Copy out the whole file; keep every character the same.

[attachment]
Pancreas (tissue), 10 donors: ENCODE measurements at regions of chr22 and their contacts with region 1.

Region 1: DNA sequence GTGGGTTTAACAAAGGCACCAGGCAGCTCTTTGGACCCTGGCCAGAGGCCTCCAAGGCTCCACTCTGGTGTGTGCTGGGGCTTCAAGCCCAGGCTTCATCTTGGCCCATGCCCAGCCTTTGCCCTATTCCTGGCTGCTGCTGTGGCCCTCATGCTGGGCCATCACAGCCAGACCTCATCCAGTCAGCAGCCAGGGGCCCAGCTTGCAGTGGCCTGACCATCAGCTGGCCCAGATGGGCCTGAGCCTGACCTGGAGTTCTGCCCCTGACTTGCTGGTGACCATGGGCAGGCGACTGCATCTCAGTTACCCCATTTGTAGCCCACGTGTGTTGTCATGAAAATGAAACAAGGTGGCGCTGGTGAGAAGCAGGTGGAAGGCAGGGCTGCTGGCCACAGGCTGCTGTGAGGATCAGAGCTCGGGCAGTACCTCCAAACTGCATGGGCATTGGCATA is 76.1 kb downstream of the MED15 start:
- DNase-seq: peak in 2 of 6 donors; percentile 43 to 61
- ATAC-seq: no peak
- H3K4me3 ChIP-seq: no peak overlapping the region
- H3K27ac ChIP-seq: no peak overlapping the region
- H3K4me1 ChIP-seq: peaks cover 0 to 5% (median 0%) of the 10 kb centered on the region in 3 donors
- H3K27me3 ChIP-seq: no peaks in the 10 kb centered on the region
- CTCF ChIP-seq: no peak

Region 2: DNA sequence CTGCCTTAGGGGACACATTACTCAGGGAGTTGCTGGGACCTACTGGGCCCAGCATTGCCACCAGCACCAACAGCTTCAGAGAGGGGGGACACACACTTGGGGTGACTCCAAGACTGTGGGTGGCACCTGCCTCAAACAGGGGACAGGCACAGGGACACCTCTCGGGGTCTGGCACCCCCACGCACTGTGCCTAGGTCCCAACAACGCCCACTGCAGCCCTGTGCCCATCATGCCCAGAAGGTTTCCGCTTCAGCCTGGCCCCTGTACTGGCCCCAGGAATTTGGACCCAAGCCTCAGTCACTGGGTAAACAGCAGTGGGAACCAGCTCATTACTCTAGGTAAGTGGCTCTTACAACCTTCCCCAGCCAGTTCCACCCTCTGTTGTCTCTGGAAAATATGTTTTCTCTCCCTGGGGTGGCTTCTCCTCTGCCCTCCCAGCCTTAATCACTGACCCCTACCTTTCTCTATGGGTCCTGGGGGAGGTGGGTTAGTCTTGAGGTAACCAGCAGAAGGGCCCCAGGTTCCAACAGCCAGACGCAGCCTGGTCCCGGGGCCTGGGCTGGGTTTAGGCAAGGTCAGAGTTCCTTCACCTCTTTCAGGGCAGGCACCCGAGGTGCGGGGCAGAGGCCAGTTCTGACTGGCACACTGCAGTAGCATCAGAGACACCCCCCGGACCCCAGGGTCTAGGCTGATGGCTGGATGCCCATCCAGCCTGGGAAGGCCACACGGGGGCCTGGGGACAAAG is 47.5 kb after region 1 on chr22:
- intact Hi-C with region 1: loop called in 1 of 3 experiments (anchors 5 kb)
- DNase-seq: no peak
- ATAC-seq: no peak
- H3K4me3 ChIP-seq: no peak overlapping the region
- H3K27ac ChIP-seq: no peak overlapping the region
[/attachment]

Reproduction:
Pancreas (tissue), 10 donors: ENCODE measurements at regions of chr22 and their contacts with region 1.

Region 1: DNA sequence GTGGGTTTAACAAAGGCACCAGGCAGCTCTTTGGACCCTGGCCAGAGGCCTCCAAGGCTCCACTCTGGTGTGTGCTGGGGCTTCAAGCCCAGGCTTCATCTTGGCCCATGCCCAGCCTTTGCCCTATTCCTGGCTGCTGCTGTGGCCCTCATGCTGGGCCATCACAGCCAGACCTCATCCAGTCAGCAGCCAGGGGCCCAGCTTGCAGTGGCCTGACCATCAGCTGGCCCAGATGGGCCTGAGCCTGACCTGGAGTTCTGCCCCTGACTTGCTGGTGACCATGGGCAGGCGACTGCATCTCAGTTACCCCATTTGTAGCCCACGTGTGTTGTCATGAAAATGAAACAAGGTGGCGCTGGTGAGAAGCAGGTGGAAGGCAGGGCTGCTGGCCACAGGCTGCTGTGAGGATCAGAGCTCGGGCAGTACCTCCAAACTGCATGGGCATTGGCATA is 76.1 kb downstream of the MED15 start:
- DNase-seq: peak in 2 of 6 donors; percentile 43 to 61
- ATAC-seq: no peak
- H3K4me3 ChIP-seq: no peak overlapping the region
- H3K27ac ChIP-seq: no peak overlapping the region
- H3K4me1 ChIP-seq: peaks cover 0 to 5% (median 0%) of the 10 kb centered on the region in 3 donors
- H3K27me3 ChIP-seq: no peaks in the 10 kb centered on the region
- CTCF ChIP-seq: no peak

Region 2: DNA sequence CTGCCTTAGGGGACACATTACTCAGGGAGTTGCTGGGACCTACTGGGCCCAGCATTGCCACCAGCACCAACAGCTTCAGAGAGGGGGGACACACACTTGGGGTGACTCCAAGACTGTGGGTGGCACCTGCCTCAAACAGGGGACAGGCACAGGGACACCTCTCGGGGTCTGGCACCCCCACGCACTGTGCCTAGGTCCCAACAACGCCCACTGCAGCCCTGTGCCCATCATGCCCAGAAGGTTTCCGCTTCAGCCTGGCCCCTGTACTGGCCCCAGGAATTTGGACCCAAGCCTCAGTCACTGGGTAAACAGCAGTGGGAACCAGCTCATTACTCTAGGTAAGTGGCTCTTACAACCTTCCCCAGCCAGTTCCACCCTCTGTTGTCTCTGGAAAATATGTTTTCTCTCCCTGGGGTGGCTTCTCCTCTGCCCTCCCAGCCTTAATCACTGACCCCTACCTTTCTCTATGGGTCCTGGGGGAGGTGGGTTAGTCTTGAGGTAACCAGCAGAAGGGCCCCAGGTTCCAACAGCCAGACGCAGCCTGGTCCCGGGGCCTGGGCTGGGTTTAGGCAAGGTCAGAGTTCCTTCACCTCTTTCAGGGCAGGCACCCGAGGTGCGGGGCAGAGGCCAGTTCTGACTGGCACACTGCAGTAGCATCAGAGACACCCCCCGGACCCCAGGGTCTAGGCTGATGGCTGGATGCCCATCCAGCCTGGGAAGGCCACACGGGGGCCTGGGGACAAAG is 47.5 kb after region 1 on chr22:
- intact Hi-C with region 1: loop called in 1 of 3 experiments (anchors 5 kb)
- DNase-seq: no peak
- ATAC-seq: no peak
- H3K4me3 ChIP-seq: no peak overlapping the region
- H3K27ac ChIP-seq: no peak overlapping the region